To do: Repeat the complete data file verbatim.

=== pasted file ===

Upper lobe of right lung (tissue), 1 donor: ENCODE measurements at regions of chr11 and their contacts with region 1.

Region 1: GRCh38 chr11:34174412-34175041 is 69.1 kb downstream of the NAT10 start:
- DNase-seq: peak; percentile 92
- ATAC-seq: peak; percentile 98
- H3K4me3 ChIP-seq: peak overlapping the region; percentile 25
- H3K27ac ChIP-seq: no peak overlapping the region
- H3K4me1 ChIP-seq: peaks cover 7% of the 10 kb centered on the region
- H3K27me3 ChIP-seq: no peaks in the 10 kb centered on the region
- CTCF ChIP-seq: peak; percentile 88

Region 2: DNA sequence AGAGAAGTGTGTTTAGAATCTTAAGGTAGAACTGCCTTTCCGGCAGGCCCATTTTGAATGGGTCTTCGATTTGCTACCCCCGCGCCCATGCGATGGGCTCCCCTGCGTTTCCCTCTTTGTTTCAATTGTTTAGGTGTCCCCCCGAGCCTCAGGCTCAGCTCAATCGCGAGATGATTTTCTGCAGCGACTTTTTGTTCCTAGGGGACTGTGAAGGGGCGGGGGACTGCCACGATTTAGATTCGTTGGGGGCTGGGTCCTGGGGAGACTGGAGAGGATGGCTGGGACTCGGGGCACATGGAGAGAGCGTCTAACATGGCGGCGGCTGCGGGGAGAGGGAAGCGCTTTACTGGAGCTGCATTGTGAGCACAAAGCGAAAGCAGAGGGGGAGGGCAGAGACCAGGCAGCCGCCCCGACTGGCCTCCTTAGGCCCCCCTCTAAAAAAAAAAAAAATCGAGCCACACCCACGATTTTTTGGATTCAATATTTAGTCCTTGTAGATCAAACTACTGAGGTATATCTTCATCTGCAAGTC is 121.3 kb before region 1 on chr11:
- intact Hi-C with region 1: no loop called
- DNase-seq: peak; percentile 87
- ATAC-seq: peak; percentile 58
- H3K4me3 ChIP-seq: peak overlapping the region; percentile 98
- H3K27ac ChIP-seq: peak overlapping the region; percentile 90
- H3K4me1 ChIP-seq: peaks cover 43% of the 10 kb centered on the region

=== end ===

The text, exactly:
Upper lobe of right lung (tissue), 1 donor: ENCODE measurements at regions of chr11 and their contacts with region 1.

Region 1: GRCh38 chr11:34174412-34175041 is 69.1 kb downstream of the NAT10 start:
- DNase-seq: peak; percentile 92
- ATAC-seq: peak; percentile 98
- H3K4me3 ChIP-seq: peak overlapping the region; percentile 25
- H3K27ac ChIP-seq: no peak overlapping the region
- H3K4me1 ChIP-seq: peaks cover 7% of the 10 kb centered on the region
- H3K27me3 ChIP-seq: no peaks in the 10 kb centered on the region
- CTCF ChIP-seq: peak; percentile 88

Region 2: DNA sequence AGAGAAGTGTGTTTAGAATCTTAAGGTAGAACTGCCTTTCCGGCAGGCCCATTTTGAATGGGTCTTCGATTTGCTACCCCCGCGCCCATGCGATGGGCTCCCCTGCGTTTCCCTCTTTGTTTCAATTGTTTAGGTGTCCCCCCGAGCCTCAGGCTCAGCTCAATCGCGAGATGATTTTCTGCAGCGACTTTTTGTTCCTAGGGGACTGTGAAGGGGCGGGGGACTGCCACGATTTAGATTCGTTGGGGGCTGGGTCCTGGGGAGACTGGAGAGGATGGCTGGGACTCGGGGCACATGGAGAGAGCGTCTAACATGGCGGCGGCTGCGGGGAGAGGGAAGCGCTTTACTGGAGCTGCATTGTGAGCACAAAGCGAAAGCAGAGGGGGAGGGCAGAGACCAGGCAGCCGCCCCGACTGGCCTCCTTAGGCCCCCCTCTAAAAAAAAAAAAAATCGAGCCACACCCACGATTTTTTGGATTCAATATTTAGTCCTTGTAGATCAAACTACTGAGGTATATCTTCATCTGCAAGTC is 121.3 kb before region 1 on chr11:
- intact Hi-C with region 1: no loop called
- DNase-seq: peak; percentile 87
- ATAC-seq: peak; percentile 58
- H3K4me3 ChIP-seq: peak overlapping the region; percentile 98
- H3K27ac ChIP-seq: peak overlapping the region; percentile 90
- H3K4me1 ChIP-seq: peaks cover 43% of the 10 kb centered on the region